Federal Regulators Seize Seven Underperforming Senators

This article was originally published on Humorality, on July 12, 2010.

Public in Shock as Vice President Once Again Evades Capture

In a move meant to stabilize the current unease within the legislative industry, federal regulators seized the assets of seven underperforming senators at the US Capital. The names of the elected officials were not made available, but several senators were seen being forcefully carried out of their office by members of the ATF, the Bureau of Alcohol, Tobacco, Firearms, Congressmen, and Explosives.

“It was like a scene out of a movie,” said Sarah Watson, the front office secretary for Senator Al Franken (D-MN). “And I’m not talking about one of those cute Pixar movies, or those comedy romances that I like to watch with my boyfriend. To be honest, I think he’d rather watch some Vin Diesel action something or other, which is exactly the type of movie I was referring to.”

George Parcheesi, a long-time staffer to Senator Barbara Boxer (D-CA), said he just stood by with his mouth open as both the junior and senior senators from his state were carried away in shackles. “It makes you stop and wonder about what is happening in this nation when your own boss could be underperforming. You tend not to notice these things when you have YouTube up.”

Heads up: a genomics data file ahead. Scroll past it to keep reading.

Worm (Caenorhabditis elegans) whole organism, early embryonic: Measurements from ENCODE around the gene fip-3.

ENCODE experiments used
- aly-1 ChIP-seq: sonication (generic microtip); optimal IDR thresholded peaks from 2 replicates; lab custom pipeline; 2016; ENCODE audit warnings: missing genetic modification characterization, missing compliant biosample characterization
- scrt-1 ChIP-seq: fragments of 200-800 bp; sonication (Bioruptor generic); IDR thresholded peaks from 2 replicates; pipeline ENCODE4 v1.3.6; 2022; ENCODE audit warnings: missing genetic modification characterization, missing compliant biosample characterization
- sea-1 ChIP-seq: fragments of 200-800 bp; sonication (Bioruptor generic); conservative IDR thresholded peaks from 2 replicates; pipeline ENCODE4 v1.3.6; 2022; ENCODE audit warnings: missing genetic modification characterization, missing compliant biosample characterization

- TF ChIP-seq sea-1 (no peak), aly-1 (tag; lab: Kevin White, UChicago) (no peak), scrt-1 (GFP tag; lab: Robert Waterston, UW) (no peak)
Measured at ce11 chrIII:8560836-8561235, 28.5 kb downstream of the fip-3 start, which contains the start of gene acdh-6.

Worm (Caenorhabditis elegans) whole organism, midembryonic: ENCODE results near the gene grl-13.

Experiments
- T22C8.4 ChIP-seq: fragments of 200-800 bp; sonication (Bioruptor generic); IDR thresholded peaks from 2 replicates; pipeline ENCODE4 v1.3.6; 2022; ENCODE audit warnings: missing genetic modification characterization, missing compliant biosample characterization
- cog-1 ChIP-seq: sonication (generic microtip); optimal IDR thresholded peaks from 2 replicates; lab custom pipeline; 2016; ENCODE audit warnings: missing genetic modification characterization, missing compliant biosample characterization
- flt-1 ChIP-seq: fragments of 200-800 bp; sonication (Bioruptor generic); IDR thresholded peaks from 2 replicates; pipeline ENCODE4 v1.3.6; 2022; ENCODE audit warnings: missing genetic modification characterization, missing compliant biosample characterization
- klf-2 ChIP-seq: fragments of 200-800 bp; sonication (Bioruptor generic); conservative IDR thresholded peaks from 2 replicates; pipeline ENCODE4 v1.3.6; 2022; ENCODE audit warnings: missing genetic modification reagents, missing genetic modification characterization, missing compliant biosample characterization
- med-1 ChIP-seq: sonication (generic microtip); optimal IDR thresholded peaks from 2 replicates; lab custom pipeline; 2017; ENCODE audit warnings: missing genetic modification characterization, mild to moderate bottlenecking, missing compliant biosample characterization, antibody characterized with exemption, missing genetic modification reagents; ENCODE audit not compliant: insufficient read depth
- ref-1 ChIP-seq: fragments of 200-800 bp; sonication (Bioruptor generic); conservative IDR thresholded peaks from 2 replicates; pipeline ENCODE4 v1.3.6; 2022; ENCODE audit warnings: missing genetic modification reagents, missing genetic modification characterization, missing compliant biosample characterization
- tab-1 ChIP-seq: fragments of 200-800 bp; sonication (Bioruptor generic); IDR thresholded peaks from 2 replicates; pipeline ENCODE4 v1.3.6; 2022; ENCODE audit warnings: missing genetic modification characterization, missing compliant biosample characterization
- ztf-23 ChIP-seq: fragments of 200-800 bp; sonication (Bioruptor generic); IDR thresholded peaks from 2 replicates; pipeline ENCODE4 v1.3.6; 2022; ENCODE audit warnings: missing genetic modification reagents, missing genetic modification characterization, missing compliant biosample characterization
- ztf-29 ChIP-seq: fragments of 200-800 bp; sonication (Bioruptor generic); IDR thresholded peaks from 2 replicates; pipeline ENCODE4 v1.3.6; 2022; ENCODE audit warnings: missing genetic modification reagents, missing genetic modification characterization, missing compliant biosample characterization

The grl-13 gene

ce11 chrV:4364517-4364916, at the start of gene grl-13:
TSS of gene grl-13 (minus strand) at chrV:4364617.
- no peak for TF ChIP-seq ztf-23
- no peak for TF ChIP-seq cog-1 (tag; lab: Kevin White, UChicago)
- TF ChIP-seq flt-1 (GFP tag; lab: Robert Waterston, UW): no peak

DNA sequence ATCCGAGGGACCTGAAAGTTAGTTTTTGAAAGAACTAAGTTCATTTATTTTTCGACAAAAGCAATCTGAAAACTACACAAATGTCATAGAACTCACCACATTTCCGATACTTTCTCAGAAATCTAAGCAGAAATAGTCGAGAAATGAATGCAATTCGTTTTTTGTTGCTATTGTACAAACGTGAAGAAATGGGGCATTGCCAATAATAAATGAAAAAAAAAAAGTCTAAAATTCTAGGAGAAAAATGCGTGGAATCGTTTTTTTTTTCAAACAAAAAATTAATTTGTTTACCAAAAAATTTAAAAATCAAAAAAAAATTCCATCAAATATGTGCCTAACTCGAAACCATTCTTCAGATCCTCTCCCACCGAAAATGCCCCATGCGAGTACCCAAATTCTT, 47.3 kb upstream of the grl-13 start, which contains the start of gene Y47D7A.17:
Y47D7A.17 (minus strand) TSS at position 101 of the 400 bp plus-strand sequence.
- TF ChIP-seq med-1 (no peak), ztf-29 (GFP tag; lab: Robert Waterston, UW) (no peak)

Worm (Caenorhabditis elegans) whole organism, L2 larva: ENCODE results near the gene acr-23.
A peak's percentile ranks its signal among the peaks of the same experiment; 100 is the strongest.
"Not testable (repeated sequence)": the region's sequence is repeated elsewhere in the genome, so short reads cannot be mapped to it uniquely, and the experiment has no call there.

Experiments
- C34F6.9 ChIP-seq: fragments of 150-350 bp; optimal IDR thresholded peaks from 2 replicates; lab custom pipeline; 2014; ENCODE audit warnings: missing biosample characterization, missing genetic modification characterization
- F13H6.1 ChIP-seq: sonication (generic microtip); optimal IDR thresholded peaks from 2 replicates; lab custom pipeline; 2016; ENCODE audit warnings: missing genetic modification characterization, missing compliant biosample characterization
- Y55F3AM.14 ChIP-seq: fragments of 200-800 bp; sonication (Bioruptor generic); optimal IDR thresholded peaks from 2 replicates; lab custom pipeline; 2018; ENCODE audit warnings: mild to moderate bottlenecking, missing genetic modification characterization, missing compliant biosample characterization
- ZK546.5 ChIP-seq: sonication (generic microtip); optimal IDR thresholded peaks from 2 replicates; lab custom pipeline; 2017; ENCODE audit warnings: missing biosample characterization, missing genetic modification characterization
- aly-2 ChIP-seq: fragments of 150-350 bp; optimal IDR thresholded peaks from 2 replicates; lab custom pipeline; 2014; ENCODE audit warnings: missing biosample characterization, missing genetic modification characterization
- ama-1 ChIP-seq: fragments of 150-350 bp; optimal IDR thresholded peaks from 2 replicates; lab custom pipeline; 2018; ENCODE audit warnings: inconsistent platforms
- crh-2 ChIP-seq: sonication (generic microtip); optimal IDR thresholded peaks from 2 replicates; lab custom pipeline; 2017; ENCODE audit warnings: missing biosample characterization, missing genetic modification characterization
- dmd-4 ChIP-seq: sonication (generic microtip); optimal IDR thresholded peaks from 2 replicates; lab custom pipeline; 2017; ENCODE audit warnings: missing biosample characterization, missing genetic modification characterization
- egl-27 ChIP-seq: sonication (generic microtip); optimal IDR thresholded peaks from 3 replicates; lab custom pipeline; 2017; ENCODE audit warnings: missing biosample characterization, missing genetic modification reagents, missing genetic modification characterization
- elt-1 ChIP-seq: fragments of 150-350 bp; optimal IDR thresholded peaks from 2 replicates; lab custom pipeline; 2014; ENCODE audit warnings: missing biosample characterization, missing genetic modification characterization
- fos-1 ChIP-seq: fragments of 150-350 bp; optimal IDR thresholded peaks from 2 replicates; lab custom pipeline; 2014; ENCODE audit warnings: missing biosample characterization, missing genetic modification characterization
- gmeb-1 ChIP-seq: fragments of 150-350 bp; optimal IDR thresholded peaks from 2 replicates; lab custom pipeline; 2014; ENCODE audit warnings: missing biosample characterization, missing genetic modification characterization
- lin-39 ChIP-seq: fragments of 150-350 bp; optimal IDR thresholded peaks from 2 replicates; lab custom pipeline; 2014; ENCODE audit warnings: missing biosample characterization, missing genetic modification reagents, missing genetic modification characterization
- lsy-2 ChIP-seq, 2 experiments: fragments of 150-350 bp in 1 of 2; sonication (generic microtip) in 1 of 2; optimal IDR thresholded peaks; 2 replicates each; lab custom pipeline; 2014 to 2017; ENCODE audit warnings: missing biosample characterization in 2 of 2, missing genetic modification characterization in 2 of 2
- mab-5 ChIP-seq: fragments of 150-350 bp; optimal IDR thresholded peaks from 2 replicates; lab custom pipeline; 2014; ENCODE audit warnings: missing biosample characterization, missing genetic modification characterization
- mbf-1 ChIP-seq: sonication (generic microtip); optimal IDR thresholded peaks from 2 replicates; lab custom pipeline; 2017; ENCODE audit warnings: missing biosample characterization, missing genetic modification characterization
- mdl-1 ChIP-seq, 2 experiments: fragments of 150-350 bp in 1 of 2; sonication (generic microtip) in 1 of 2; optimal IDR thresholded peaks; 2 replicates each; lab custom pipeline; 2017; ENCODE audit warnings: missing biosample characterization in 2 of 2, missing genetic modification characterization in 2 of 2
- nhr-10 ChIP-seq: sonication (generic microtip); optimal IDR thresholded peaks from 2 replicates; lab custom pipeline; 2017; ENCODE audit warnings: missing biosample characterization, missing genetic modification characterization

The Justice Department, which coordinated the early morning raid, initially targeted nine senate offices for closure. “But then we found out that the reduced activities of Senators Ted Kennedy and Robert Byrd might be justified due to their recent deaths,” said Attorney General Eric Holder at a press conference in front of the capital building. “We’ll continue our investigation, and exhume their bodies if it turns out they are just being lazy.”

Other underperforming senators rounded up in the coordinated action include Republicans Judd Gregg of New Hampshire and Johnny Isakson from Georgia. Other senators who were found milling around the Senate chambers didn’t seem to recognize either of those names, so the takedowns in those two cases seemed to be justified. The last two captures had yet to be identified, possibly due to their long-term inability to shock the nation with hypocrisy or scandal.

Today’s operation is the first time in nearly a decade that officials had raided the capital. In early 2001, Former North Carolina Senator John Edwards (D) was briefly detained for failing to cast several key votes. But when further investigation revealed that he was mulling a run for the presidency and that he was elected mainly due to his handsome features, he was released on his own recognizance. Senator John Kerry (D-MA) didn’t return calls about the incident, citing “ongoing anger issues.”

It is unclear how the removal of nearly ten percent of the upper chamber will impact the balance of power on The Hill, or how it will play out in the upcoming midterm elections. Harry Reid, the incumbent senior senator from Nevada and current Majority Leader, perhaps summed it up best: “Put me down! Put me down! You haven’t heard the last of me!”

Tim Patrick

Tim Patrick is an author, software developer, and the host of Japan Everyday. He has published a dozen books and hundreds of articles covering technology, current events, and life in Japan. Find his latest books at OwaniPress.com.

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